Dr David Baker BSc PhD

Reader in Parasite Molecular Biology

David Baker's Background

David completed his PhD in 1988 at the University of Hull on the molecular biology of the intestinal parasite Giardia lamblia. He then moved to the London School of Hygiene & Tropical Medicine to work with Prof. Geoff Targett on the sexual stages of the malaria parasite Plasmodium falciparum. Current research is focused on investigating signal transduction pathways that regulate development of the most serious human malaria parasite Plasmodium falciparum.

David Baker's Affiliation

David Baker's Teaching

I am involved in various aspects of teaching the MSc in Molecular Biology of Infectious Diseases (MBID) and am currently the Deputy Chair of the Board of Examiners for this degree course.

I am currently the Research Degrees Director for the Faculty of Infectious and Tropical Diseases (since April 2008). In this capacity I play an active role in recruitment and monitoring the progress of our ~150 research degree students. The post also involves reviewing regulations and procedures relating to our research degree programmes at a faculty and institutional level.

David Baker's Research

David Baker’s research group uses biochemical and genetic approaches to study the cyclic nucleotide signal transduction pathways of malaria parasites. The cyclic nucleotides cAMP and cGMP perform a whole spectrum of cellular functions in diverse organisms. Earlier work from other laboratories suggested that both of these second messenger molecules may play roles in malaria parasite differentiation. Our studies have focused on the cyclase enzymes that synthesise cyclic nucleotides, the phosphodiesterases that degrade them, but also on the protein kinase that is activated by cGMP (PKG). We have found that in Plasmodium falciparum cGMP and PKG play an essential role in triggering the formation (gametogenesis) of mature sexual parasite forms which are required to transmit disease to the mosquito vector. As part of a collaboration we also showed that this pathway is important for the development of the ookinete form of P. berghei within the mosquito. It is now becoming clear that cGMP signalling and the PKG enzyme are vital for multiple parasite stages, because using specific PKG inhibitors in conjunction with inhibitor-insensitive transgenic parasites we have demonstrated that asexual blood stage schizogony cannot progress if this kinase is blocked. Recently, with others we have shown that PKG functions upstream of a protease cascade and a calcium-dependent protein kinase (CDPK5) that are also required for asexual blood stage schizont rupture and merozoite egress.  Since drug resistance is a huge problem, we are investigating whether cyclic nucleotide signalling pathways could be exploited in the development of novel antimalarial drugs.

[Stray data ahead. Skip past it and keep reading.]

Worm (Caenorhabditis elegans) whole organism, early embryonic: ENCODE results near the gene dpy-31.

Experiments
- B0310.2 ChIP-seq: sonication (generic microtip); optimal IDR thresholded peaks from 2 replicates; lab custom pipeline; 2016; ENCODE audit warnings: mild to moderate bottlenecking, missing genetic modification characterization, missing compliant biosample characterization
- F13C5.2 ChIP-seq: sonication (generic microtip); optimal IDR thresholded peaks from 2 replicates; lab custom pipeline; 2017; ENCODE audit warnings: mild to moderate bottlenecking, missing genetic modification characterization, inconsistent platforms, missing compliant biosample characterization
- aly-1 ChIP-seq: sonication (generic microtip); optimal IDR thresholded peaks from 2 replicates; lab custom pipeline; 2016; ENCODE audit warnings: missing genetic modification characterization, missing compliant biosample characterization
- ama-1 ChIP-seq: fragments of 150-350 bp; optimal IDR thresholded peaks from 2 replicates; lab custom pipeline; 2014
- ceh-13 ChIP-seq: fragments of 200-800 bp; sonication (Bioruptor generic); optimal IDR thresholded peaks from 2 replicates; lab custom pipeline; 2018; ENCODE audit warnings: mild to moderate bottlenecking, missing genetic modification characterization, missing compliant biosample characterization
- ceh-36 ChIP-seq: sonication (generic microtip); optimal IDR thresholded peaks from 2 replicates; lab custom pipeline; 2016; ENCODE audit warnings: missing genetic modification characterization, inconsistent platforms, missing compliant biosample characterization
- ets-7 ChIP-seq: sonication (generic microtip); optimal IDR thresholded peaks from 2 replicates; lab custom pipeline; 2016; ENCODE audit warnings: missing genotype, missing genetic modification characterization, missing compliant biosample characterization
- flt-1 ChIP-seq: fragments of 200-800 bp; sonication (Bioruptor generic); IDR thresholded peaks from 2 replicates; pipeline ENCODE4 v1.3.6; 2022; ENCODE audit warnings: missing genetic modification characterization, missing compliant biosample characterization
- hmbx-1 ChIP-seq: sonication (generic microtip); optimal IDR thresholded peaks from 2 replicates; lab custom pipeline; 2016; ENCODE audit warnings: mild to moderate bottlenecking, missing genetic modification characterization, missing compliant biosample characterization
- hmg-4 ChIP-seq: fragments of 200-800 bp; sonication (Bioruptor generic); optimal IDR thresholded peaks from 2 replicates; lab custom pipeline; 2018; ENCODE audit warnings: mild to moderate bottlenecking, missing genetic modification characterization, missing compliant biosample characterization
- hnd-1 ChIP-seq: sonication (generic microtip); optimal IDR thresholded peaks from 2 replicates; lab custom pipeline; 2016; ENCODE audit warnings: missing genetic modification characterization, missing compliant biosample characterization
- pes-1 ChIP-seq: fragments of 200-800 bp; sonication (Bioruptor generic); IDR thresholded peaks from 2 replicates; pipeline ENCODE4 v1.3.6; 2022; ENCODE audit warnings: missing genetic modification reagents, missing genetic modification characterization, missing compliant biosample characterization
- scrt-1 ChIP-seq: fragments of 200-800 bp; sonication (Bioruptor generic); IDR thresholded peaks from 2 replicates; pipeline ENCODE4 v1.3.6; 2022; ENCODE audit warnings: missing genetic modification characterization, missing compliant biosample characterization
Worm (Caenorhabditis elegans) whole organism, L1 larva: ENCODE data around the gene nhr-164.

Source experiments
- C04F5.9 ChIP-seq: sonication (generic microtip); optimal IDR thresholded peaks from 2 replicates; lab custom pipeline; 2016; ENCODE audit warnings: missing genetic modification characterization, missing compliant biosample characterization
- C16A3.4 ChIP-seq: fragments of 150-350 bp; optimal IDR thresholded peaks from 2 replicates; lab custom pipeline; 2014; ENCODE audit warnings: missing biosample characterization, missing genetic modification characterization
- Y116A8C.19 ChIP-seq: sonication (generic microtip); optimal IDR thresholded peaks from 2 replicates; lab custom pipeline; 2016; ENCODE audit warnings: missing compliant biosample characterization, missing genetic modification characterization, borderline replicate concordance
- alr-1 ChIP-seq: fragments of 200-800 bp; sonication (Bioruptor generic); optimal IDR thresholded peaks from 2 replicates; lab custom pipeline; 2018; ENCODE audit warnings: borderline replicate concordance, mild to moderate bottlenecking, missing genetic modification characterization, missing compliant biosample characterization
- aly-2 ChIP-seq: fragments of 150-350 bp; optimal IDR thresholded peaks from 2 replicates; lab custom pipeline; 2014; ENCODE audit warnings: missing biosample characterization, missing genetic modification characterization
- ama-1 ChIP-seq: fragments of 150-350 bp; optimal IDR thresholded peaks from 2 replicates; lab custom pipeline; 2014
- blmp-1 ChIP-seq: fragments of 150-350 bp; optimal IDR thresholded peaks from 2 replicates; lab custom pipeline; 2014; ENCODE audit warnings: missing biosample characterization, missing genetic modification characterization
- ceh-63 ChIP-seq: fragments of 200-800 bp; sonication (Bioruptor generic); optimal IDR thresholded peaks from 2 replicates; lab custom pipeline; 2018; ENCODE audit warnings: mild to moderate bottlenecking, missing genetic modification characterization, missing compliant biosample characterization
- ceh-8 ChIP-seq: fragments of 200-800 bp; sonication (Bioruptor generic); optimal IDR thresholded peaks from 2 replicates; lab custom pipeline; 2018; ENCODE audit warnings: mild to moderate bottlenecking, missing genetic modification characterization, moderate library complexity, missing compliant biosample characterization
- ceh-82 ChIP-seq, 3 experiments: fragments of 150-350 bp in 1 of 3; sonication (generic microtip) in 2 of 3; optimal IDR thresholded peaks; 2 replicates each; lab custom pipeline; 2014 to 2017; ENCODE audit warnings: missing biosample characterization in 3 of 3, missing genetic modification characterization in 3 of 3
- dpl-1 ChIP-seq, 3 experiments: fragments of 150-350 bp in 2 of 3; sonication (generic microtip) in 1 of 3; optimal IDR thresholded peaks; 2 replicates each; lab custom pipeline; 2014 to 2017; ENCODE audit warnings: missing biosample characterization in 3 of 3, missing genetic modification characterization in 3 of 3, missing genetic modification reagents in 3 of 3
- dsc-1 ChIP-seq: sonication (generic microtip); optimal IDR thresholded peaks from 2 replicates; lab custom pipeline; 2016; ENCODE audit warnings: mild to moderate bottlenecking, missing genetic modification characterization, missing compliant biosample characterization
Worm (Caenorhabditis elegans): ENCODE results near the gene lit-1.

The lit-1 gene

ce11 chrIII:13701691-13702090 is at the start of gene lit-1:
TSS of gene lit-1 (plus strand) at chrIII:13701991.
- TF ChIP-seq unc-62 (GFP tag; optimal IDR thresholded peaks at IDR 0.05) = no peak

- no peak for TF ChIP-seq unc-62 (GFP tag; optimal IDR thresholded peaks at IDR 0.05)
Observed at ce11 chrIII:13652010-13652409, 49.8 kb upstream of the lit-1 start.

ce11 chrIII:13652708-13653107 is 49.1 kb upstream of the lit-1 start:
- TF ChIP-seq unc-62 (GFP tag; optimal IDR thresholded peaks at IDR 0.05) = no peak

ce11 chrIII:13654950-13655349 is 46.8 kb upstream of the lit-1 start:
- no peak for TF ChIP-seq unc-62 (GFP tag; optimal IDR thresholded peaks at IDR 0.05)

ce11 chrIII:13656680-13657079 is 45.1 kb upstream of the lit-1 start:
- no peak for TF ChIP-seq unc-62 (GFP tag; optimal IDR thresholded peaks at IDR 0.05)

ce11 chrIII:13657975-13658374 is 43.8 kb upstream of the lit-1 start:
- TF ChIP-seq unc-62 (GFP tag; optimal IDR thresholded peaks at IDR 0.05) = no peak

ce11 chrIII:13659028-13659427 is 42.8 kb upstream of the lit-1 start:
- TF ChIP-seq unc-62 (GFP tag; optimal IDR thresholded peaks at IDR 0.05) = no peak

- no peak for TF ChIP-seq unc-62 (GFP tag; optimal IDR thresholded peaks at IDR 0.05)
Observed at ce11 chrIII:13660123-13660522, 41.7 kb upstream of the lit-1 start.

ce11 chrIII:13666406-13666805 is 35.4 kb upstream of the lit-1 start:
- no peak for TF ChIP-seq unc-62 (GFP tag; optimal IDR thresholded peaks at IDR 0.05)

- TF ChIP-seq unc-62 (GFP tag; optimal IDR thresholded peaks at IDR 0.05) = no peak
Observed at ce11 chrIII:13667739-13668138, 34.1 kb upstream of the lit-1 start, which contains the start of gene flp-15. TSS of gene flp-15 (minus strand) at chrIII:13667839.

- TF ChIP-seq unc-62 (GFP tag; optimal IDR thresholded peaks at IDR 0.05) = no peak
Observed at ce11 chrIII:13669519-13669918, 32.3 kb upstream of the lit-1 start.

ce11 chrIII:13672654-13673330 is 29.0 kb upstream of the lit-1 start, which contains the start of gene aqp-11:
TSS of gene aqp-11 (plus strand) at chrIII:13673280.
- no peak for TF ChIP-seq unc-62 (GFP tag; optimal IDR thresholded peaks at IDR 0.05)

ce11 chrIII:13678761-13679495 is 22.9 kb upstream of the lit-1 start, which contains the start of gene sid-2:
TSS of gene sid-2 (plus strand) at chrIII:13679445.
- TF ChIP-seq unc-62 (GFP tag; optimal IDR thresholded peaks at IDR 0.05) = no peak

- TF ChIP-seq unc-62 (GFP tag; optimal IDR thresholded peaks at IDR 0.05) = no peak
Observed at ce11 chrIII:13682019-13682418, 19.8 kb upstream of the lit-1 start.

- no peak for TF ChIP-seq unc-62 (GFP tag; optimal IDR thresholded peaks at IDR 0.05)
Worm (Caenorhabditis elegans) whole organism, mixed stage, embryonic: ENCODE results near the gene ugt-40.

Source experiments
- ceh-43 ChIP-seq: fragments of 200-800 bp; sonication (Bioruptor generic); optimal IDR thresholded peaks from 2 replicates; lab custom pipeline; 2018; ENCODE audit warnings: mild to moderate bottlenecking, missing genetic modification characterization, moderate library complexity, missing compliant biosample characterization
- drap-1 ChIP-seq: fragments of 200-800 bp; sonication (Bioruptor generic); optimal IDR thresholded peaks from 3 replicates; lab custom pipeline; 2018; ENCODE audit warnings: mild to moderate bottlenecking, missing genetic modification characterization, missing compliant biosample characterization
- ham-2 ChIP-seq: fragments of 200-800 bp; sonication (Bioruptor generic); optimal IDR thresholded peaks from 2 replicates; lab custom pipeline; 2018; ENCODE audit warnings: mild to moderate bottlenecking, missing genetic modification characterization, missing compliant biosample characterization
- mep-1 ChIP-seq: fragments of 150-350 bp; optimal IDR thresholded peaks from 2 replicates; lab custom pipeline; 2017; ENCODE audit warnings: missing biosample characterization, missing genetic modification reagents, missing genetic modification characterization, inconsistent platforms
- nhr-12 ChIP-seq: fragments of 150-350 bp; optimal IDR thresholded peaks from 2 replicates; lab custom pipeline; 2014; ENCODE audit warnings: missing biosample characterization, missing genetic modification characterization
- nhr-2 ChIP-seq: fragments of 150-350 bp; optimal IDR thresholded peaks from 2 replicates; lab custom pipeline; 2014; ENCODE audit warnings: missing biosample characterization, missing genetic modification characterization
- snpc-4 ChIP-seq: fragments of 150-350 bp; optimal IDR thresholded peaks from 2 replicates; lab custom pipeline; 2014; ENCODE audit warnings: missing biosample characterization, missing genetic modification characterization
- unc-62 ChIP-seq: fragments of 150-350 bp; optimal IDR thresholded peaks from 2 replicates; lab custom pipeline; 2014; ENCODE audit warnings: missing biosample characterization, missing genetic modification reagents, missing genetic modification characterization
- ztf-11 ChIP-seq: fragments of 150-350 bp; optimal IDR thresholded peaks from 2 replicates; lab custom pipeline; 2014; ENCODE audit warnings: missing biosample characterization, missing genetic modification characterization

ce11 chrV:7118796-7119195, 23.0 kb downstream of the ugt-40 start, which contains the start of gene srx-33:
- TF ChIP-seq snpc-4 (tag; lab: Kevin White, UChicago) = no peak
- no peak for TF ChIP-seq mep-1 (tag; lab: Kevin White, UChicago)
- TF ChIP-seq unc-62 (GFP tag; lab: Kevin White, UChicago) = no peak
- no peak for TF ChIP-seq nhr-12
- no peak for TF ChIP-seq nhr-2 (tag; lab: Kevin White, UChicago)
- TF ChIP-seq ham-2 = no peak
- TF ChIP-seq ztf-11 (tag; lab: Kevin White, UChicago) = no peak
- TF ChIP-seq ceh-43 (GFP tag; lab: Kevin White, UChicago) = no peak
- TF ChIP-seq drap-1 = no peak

David became an Affiliated member of the EVIMalaR European Network of Excellence (www.evimalar.org) in 2010.

 

 

Research areas

  • Drug discovery and development
  • Parasites
  • Protozoa

Disciplines

  • Biochemistry
  • Cell biology
  • Genomics
  • Molecular biology
  • Parasitology

Disease and Health Conditions

  • Infectious disease
  • Malaria

Other interests

  • Cell Signalling
  • Gametocytes
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